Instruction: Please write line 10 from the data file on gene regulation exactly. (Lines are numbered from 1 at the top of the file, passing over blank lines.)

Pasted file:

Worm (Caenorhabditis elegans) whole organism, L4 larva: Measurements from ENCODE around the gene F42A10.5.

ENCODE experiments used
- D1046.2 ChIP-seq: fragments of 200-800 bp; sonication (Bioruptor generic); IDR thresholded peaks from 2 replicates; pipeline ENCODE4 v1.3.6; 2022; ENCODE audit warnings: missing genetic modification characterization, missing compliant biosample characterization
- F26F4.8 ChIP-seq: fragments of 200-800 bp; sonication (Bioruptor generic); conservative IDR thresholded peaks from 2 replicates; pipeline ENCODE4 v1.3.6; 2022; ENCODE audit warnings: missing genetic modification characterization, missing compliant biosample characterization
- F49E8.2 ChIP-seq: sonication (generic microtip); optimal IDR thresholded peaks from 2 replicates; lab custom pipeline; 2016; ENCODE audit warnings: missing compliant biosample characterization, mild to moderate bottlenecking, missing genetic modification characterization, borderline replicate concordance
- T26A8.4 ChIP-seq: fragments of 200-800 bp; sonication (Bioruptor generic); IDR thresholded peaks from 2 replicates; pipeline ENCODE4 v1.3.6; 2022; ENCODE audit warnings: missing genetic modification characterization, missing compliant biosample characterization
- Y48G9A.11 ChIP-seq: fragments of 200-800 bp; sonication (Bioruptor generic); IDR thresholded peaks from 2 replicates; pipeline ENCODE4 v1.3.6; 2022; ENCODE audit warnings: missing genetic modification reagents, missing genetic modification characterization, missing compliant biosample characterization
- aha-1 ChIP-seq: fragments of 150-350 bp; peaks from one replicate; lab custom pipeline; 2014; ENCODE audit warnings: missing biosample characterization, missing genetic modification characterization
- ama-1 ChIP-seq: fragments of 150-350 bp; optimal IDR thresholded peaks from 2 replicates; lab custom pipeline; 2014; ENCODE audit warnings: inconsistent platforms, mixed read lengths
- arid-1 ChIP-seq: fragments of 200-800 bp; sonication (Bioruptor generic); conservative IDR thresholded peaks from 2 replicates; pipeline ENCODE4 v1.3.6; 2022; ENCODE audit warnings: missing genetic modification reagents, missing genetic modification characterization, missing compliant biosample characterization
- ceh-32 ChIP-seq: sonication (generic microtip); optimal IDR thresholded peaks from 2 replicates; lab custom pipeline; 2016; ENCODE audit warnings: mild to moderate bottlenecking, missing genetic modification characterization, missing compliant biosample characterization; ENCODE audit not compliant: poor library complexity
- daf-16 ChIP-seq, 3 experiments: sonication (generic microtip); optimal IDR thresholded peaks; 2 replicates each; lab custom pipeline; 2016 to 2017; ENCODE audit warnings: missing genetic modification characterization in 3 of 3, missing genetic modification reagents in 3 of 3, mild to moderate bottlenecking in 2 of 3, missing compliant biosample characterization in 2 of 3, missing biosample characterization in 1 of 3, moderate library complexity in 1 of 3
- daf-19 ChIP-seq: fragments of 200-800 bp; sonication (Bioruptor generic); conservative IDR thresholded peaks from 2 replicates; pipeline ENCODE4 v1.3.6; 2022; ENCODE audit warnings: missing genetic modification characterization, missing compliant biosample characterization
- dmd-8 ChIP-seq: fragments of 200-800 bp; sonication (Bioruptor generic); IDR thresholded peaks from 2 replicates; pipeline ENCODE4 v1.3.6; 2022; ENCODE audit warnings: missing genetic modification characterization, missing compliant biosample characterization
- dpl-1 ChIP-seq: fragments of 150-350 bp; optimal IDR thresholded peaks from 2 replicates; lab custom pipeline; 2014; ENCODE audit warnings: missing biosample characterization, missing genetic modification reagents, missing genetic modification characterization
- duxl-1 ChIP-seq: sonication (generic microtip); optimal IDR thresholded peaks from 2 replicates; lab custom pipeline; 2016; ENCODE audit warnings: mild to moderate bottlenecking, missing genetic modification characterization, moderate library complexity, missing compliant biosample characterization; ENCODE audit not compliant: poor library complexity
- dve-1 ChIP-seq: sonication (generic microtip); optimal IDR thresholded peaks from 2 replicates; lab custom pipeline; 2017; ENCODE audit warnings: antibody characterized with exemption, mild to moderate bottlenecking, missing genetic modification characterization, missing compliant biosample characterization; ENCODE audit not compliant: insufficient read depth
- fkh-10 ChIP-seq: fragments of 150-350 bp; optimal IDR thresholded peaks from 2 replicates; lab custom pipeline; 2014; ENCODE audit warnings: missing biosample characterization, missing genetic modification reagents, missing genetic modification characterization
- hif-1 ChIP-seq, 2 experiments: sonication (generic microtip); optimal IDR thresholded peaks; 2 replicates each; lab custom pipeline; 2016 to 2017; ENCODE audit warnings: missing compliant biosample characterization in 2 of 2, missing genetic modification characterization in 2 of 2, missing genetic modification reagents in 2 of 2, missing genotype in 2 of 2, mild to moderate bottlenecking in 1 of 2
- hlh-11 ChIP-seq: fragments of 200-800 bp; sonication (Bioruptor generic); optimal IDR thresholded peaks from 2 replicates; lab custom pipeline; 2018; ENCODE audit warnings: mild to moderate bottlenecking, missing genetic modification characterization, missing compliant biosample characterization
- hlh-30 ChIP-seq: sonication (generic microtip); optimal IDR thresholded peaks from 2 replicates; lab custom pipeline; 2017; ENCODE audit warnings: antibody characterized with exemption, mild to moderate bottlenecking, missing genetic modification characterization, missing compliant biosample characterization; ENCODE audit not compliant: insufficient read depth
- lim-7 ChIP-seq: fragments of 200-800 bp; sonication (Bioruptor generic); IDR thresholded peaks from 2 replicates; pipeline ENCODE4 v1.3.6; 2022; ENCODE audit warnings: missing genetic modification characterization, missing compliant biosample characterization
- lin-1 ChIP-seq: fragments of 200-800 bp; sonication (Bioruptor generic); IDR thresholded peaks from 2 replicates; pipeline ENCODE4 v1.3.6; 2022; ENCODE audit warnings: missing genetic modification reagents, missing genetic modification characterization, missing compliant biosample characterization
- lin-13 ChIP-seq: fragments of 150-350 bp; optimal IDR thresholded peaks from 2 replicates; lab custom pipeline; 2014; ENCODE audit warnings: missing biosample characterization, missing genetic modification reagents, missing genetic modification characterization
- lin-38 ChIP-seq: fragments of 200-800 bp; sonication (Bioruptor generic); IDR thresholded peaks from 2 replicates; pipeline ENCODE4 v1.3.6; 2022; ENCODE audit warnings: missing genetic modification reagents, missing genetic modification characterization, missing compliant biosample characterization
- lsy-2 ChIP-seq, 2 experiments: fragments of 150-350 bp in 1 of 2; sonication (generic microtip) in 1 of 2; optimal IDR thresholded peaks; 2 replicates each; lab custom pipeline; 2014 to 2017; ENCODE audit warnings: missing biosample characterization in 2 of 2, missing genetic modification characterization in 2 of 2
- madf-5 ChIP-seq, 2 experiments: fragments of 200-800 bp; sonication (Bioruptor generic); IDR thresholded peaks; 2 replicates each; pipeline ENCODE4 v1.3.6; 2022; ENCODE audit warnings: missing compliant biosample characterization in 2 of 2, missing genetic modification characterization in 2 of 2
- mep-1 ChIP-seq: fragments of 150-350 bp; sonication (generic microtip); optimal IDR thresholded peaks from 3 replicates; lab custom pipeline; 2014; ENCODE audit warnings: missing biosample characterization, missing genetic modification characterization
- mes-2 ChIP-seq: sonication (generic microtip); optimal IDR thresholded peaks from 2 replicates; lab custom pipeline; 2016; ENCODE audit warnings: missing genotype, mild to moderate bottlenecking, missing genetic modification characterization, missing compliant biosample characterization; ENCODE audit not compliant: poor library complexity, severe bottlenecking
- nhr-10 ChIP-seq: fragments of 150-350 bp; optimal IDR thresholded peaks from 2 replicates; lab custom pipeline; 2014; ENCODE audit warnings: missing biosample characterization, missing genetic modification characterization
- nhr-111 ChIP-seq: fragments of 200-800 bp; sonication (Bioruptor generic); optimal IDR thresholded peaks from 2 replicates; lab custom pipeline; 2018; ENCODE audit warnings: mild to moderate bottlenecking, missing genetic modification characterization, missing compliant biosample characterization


- arid-1 ChIP-seq: fragments of 200-800 bp; sonication (Bioruptor generic); conservative IDR thresholded peaks from 2 replicates; pipeline ENCODE4 v1.3.6; 2022; ENCODE audit warnings: missing genetic modification reagents, missing genetic modification characterization, missing compliant biosample characterization